Pregnancy-related deaths could rise 20% or more in states that outlaw abortion, experts say
In the 26 states poised to either restrict or outlaw abortions if Roe v. Wade is overturned this summer, the number of pregnancy-related maternal deaths could rise 20% or more, according to some calculations.
Currently in the United States, about 700 women die each year either during pregnancy, during delivery or soon afterward, according to the Centers for Disease Control and Prevention.
“Denying people abortions increases deaths because staying pregnant is more dangerous than having an abortion,” said Amanda Stevenson, a sociology professor at the University of Colorado, Boulder.
In a paper published last year, Stevenson analyzed the risk of dying from an abortion versus the risk of dying from pregnancy, delivery or post-partum issues such as preeclampsia.
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She then compared what death rates would look like if the U.S. were to enact a total abortion ban and found that 140 more deaths could result because of more pregnancies being carried to term.
The death rates for women who want an abortion but are unable to access one are likely to be even higher than for wanted pregnancies, Stevenson said.
"People with resources are more likely to make it out of state or find out about medication abortions," she said. "People who can't are more likely to have health issues, to live in poverty and have less access to resources."
That will especially impact people of color, she said.
There also likely will be an additional increase in deaths due to unsafe abortions or attempted abortions, said Dr. Ana Langer, a reproductive health expert and coordinator of the Women and Health Initiative at Harvard T.H. Chan School of Public Health.
"If the current trend in the U.S. persists, 'back alley' abortions will be the last resource for women with no access to safe and legal services," she said. "And the horrific consequences of such abortions will become a major cause of death and severe health complications for some of the most vulnerable women in this country."
Dangers of pregnancy
Pregnancy is a potentially dangerous health event. According to the CDC, for every 100,000 live births in the United States, 20 mothers die.
"There's a wide perception that abortion is more dangerous than giving birth, but that probably comes from pre-Roe v. Wade times, when many women died because of unsafe abortions," said Dr. Lisa Harris, a professor of obstetrics and gynecology at the University of Michigan, Ann Arbor.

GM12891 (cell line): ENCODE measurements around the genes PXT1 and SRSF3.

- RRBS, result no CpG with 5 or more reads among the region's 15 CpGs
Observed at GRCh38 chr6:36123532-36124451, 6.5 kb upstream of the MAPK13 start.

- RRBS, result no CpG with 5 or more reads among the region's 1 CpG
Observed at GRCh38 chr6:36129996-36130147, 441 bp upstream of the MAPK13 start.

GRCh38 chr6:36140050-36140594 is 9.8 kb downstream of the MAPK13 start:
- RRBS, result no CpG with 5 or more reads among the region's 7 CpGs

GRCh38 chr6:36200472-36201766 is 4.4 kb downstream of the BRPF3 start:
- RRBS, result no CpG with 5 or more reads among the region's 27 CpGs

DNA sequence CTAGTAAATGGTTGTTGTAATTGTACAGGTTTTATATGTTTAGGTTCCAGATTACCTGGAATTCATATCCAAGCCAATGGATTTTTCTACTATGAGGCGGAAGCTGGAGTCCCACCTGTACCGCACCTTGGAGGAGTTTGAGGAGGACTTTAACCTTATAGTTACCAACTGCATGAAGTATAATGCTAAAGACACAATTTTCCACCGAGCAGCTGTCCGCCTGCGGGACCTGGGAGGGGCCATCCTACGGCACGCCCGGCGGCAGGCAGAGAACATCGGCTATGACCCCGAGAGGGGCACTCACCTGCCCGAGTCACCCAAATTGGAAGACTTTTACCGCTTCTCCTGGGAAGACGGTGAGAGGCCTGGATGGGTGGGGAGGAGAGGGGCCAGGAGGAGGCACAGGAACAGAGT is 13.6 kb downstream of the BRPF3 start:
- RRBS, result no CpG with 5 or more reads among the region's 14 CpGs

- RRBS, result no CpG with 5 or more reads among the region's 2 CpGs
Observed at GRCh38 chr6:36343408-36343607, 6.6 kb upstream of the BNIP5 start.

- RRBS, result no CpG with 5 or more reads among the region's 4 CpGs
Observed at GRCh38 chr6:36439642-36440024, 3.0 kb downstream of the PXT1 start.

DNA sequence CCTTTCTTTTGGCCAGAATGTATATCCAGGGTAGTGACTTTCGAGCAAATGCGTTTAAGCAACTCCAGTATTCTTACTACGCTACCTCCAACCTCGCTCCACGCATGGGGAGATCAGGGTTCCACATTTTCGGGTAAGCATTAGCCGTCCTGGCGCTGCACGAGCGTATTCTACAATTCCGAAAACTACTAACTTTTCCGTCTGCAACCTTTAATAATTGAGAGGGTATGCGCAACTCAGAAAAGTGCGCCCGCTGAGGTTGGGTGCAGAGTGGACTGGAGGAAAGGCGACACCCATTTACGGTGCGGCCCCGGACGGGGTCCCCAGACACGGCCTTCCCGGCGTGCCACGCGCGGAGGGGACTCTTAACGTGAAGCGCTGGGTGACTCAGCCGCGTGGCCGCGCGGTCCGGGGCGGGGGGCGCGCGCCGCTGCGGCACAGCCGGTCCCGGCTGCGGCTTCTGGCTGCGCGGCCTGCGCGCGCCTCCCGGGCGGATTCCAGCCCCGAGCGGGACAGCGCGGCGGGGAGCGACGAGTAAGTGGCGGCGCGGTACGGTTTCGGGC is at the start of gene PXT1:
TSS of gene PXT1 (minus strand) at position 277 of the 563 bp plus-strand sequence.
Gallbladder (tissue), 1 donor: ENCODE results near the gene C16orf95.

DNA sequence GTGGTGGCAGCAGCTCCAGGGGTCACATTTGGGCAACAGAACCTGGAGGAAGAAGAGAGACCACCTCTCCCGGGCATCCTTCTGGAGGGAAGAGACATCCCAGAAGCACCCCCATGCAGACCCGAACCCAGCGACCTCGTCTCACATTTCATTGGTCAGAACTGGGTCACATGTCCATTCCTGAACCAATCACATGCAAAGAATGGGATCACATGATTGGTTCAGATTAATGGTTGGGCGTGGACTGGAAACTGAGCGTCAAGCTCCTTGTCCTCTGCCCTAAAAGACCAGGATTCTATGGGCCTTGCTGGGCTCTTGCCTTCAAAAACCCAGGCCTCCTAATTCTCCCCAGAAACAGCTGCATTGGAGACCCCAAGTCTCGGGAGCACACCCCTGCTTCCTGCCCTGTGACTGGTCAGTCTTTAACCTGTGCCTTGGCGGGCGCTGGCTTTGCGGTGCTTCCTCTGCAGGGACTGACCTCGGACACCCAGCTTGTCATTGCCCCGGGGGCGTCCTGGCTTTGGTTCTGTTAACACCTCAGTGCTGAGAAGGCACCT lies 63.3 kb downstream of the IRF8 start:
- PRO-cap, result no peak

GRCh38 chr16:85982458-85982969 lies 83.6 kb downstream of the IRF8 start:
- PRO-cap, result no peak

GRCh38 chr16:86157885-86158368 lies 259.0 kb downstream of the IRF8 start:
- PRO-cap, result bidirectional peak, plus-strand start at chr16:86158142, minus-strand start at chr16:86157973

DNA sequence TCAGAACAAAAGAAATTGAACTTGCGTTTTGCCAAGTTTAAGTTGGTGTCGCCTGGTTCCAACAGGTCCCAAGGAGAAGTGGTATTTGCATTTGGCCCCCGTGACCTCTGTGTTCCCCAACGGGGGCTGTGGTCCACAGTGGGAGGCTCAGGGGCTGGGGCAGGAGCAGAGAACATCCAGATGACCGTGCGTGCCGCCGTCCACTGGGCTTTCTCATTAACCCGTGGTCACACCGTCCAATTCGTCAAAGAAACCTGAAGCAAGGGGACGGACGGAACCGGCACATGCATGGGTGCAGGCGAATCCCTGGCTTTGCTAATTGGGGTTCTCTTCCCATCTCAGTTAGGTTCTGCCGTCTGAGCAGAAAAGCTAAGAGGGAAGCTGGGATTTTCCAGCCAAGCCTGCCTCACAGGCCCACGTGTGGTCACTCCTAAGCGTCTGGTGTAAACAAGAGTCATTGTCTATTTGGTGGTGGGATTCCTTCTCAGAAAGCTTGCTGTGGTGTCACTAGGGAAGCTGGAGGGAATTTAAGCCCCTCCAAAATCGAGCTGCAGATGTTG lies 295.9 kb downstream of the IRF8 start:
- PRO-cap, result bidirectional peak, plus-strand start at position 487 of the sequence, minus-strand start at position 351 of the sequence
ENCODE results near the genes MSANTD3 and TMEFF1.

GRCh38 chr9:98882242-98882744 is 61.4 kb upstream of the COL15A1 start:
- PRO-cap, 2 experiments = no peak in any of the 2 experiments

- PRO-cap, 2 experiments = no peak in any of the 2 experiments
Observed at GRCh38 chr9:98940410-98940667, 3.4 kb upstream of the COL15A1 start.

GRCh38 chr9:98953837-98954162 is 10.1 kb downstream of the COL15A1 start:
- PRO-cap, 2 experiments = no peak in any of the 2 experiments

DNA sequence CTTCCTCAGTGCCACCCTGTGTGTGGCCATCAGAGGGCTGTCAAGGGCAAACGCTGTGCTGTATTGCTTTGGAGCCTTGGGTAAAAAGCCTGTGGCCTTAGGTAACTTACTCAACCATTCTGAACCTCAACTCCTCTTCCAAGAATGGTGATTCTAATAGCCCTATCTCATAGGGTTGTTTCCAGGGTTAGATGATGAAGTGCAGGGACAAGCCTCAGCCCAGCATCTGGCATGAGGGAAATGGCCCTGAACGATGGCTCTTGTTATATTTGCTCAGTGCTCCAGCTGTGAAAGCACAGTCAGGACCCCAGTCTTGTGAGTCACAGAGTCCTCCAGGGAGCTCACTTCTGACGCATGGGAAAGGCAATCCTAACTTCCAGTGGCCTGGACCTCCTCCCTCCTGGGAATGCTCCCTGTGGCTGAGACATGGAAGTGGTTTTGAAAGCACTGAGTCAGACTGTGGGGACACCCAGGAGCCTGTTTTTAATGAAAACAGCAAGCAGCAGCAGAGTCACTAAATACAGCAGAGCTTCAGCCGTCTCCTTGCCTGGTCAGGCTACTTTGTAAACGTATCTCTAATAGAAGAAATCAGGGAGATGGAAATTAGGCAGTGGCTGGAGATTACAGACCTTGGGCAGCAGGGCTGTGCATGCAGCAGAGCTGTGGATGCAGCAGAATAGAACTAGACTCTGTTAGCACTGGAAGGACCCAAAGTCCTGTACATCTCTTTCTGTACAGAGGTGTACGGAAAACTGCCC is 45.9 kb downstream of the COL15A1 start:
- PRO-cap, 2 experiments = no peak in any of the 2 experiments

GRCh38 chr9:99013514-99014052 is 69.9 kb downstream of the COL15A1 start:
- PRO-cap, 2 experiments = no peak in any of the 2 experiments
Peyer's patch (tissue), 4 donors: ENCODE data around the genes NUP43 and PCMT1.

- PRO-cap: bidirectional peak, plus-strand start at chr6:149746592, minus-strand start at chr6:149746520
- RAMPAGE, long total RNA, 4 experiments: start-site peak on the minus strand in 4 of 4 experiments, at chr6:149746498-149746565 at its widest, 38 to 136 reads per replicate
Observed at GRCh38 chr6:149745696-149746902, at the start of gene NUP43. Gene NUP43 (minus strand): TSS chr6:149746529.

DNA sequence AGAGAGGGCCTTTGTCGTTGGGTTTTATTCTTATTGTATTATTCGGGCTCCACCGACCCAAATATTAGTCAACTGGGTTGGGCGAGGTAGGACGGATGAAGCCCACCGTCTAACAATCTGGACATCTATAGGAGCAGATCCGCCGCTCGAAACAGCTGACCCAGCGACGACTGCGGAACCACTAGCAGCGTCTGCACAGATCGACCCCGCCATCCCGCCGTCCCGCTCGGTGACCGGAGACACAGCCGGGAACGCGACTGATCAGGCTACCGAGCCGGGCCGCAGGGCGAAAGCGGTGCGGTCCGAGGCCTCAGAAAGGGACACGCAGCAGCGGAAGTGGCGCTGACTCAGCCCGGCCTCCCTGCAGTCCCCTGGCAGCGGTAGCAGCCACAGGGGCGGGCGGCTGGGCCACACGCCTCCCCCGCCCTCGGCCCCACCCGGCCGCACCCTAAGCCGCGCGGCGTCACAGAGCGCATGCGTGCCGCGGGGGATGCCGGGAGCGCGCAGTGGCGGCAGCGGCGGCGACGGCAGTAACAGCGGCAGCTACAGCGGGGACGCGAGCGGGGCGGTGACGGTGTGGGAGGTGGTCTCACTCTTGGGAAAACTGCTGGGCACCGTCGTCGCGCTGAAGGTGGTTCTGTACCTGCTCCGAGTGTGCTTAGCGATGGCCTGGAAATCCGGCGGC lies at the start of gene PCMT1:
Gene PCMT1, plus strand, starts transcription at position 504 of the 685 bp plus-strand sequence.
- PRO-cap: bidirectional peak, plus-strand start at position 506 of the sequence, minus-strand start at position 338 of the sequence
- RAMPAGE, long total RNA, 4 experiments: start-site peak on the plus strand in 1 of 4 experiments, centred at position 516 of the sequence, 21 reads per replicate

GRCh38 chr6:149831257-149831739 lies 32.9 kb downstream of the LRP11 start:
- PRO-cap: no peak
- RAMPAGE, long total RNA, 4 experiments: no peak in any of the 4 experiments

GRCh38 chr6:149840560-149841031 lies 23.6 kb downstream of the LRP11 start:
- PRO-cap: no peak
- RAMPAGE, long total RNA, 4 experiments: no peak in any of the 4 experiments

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Today, surgical and medication abortions with prescription drugs are much safer, she said. CDC data shows the death rate for abortions is less than 1 per 100,000.
Pregnancy makes tremendous demands on the body and can exacerbate a wide range of underlying health issues, Harris said. "It brings a whole new set of health complications that no other time of life does."
Some of the most common complications in pregnancy include nausea and vomiting, high blood pressure, heart issues, gestational diabetes, infections and anemia.
The most common causes of pregnancy-related deaths in the United States include:
- Cardiovascular issues.
- Infection or sepsis.
- Blood clots in the lungs.
- High blood pressure (includes preeclampsia).
While some states with strict anti-abortion laws on the books include exceptions when the life of the mother is endangered by the pregnancy it is rarely a realistic option, Stevenson said.
“There are a great deal of additional barriers to getting an abortion even if you quality under these very restrictive standards, related to providers and medical institutions’ fear of retaliation,” she said.
The risks are even greater for women of color, experts say.
Dr. Cynthia Gyamfi-Bannerman, a specialist in maternal-fetal medicine and high-risk pregnancies, said restrictions to reproductive rights make racial disparities in pregnancy outcomes worse.
"Restricting access to abortion care for cases where there's danger to the mom could really worsen our maternal mortality outcomes rather than do anything to help them,” she said.
Contributing: Nada Hassanein, USA TODAY